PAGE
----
and poke here and there with my (probably correct!) predictions that we first world persons will be okay at least until 2030…

      and of course…

      “life is comfortable” enables me to write:

      BAU tonight, baby!

  8. Baby Doomer says:

    Schlumberger: A drop in US Shale activity

    US production has surprised to the upside, partly in the Gulf of Mexico and partly from the US shale basins. There was a surge in hydraulic fracturing activity in the second quarter, especially in the Permian. This activity surge levelled off in the third quarter and is dropping in the fourth quarter, which will show up in the first half production numbers for 2019.

    The record high production from the core part of OPEC and Russia is simply coming from activated spare capacity, aimed at dampening the accelerating upwards trajectory of the oil price in the third quarter and leaving the remaining OPEC spare capacity at a record low level.


  9. MC says:


    Could you please do a post on how much oil and gas can be extracted with an EROI of 2, regardless of the price. BP reported 1.6 Trillion Barrels, which is around 50 years worth of usage, give or take a decade as a variance.

    • It depends on how much coal can be extracted with an EROEI of 50:1, at the same time. It is the average EROEI of all energy products combined that matters. It is not possible to add anything with an EROEI that is lower than what is being removed. This is one reason why renewables can’t substitute for higher EROEI products. Total energy consumption per capita needs to rise. For this to happen, price needs to fall in inflation and energy efficiency adjusted terms.

    • Davidin100millionbilliontrillionzillionyears says:

      hi MC…

      if it’s extracted with an EROI of 2, then it has to be shipped to refineries, refined, and shipped to end users…

      so, what do YOU think the EROI then is? 1?

      if so, then there is no energy surplus…


      it does the end users no good unless they have the machines to use it…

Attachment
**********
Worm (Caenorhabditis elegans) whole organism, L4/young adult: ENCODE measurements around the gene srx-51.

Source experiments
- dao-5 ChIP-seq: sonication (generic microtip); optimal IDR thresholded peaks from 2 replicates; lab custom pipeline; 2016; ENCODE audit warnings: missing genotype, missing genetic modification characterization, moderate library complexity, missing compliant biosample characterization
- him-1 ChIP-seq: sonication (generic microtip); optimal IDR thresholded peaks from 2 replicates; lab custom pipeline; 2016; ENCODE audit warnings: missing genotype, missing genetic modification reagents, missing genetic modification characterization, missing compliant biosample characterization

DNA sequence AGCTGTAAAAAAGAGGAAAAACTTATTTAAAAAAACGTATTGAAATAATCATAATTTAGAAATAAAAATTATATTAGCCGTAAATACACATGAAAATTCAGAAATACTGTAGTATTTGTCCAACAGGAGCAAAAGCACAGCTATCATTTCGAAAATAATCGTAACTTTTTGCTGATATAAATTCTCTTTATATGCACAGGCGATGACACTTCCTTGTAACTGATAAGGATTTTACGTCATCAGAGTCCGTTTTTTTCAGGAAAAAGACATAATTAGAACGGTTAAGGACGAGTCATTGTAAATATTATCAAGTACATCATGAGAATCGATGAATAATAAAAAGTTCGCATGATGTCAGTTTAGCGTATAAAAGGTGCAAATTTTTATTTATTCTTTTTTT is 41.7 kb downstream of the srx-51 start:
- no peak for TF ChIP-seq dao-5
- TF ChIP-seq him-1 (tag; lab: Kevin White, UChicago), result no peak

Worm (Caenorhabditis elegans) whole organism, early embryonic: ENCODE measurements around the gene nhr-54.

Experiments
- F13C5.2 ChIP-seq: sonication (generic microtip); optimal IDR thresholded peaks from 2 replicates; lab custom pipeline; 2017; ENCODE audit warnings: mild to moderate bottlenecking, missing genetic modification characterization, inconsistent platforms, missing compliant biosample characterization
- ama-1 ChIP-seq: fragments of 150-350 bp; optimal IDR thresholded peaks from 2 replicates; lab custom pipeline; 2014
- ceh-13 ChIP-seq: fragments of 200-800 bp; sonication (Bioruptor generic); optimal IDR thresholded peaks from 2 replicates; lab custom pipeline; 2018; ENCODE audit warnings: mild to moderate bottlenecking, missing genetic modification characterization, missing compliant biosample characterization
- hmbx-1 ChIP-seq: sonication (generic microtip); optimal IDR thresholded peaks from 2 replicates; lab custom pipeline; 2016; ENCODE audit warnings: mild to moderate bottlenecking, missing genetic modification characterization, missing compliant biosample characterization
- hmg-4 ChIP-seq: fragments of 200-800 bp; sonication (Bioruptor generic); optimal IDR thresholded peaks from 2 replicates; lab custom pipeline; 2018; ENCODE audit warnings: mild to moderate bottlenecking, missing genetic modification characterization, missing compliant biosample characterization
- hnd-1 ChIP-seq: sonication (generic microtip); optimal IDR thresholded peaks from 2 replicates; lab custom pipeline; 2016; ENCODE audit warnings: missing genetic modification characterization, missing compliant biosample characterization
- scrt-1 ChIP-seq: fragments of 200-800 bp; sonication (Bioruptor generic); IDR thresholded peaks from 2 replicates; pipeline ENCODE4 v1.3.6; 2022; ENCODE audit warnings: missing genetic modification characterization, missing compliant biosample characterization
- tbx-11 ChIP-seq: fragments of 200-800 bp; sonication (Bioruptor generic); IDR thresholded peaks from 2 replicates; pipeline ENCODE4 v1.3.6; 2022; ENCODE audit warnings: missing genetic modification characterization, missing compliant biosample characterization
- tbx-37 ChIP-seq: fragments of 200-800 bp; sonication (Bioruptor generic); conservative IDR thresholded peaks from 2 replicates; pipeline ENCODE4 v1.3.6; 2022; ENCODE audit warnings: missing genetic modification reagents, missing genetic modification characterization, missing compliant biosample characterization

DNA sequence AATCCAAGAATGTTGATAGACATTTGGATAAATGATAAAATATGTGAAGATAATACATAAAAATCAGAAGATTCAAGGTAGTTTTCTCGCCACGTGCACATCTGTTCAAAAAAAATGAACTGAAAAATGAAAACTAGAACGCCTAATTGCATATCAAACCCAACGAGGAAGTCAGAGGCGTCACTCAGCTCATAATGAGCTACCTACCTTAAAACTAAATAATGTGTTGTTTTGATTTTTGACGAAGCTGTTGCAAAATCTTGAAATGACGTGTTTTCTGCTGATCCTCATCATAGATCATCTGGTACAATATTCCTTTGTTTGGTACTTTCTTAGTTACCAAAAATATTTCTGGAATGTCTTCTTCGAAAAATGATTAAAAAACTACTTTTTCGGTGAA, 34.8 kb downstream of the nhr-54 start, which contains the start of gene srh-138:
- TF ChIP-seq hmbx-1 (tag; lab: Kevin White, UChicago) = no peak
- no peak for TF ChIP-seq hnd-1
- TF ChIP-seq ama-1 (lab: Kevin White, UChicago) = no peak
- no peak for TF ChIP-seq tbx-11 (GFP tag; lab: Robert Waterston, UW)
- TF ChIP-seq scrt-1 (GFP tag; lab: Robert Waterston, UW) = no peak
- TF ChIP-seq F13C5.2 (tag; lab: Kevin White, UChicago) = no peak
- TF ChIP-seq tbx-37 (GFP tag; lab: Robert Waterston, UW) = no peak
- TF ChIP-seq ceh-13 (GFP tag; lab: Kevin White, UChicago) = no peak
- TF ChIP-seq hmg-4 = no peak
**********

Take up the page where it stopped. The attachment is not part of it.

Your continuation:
so there must be enough surplus energy at “extraction” in order to build these machines and get them to the end users…

      so now…

      what do YOU think is the minimum EROI necessary at extraction?

      maybe 5?

      then after refining it’s maybe 3…

      then the surplus energy in that “3” can be used to make machinery that runs on those refined products…


      do you want to restate your question?

      • Gregory Machala says:

        I am sure to maintain what we have the EROEI for energy products has to be much more and 2:1. Probably more that 10:1. To build a new infrastructure I would imagine would take 50:1 or more. We built our current infrastructure mostly with upwards of 100:1 returns on investment in the first half of the 20th century. So, it takes a lot to kick-start a new infrastructure. That is another reason why I am certain that solar and wind “renewable” infrastructure is an impossibility at this late stage.

    • MG says:

      And what about the availability of suitable workforce? With ageing and deteriorating populations, the energy of human resources goes down. (E.g. when you go mining coal instead of caring for the elderly and disabled, those who need help die and the overall consumption goes down.)

      The wages (i.e. energy that can be bought with the earned money) becomes too low for hiring workforce that is becoming scarce. The energy becomes too costly (i.e. more and more out of the reach) for the weakening populations.

      I guess those who are counting EROI do not understand the close relationship between the population and energy.

      • The EROI group is basically a peak oil group. They are worrying about “running out” of oil and high prices. The idea of population never crossed their minds, I don’t think. In fact, quantity is not a subject discussed at all. EROI is all about measuring costs “at the wellhead.” This is a job that keeps graduate students busy and provides lots of input for academic papers.

Leave a Reply

Fill in your details below or click an icon to log in:

WordPress.com Logo

You are commenting using your WordPress.com account. Log Out /  Change )

Google+ photo

You are commenting using your Google+ account. Log Out /  Change )

Twitter picture

You are commenting using your Twitter account. Log Out /  Change )

Facebook photo

You are commenting using your Facebook account. Log Out /  Change )

Connecting to %s

This site uses Akismet to reduce spam. Learn how your comment data is processed.